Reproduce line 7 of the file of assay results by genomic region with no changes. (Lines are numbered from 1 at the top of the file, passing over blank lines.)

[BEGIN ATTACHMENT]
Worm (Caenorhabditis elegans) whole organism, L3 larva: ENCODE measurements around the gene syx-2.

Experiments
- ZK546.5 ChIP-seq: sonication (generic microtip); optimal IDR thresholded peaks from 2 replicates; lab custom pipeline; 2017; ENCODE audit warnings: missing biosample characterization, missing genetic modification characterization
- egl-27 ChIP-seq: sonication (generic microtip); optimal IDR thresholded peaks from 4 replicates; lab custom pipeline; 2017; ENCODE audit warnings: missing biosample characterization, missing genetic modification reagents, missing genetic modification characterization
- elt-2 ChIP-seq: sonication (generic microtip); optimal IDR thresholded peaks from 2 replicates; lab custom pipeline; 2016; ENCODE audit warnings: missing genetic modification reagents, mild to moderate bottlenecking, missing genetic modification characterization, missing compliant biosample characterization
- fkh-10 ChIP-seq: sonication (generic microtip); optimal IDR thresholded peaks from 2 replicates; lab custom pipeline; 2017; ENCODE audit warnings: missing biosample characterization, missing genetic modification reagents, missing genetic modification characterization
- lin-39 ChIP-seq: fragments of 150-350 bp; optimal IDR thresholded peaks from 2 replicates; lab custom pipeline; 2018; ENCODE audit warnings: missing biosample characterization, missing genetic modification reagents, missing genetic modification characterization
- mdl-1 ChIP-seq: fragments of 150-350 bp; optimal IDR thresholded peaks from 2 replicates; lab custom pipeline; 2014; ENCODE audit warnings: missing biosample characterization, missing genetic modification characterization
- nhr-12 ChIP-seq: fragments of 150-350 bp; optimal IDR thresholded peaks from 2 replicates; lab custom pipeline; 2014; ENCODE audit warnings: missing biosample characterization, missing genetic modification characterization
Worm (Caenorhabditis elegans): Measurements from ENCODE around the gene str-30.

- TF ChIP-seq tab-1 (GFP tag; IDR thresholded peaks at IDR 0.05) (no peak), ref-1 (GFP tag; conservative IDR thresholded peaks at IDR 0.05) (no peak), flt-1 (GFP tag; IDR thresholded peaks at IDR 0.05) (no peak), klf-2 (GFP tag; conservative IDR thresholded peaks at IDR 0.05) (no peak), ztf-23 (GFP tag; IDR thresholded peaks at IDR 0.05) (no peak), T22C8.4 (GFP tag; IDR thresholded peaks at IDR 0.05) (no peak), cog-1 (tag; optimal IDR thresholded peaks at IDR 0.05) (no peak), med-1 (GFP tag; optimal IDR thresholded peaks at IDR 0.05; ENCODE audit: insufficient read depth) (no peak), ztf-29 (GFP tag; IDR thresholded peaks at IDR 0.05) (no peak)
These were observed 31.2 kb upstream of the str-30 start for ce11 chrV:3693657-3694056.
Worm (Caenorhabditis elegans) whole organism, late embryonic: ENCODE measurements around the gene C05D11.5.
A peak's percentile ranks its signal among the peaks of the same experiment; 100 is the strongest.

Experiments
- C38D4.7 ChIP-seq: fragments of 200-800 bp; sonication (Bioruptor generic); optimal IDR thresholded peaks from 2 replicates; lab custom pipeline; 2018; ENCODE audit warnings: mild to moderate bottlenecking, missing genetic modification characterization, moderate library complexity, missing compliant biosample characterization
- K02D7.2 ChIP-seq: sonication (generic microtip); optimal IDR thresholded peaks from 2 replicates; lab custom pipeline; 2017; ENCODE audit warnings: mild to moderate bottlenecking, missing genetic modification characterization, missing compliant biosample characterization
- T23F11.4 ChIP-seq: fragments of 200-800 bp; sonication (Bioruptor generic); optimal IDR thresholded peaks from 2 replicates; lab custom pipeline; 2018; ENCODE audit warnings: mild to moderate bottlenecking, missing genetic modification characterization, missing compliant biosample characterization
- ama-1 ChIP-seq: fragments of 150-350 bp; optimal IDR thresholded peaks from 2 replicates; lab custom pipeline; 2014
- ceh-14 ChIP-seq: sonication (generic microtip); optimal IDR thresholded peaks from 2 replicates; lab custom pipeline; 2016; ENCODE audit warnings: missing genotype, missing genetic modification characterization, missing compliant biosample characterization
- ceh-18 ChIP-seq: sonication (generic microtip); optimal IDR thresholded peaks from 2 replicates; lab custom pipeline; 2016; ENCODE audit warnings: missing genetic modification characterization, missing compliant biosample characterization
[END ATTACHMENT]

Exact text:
- lin-39 ChIP-seq: fragments of 150-350 bp; optimal IDR thresholded peaks from 2 replicates; lab custom pipeline; 2018; ENCODE audit warnings: missing biosample characterization, missing genetic modification reagents, missing genetic modification characterization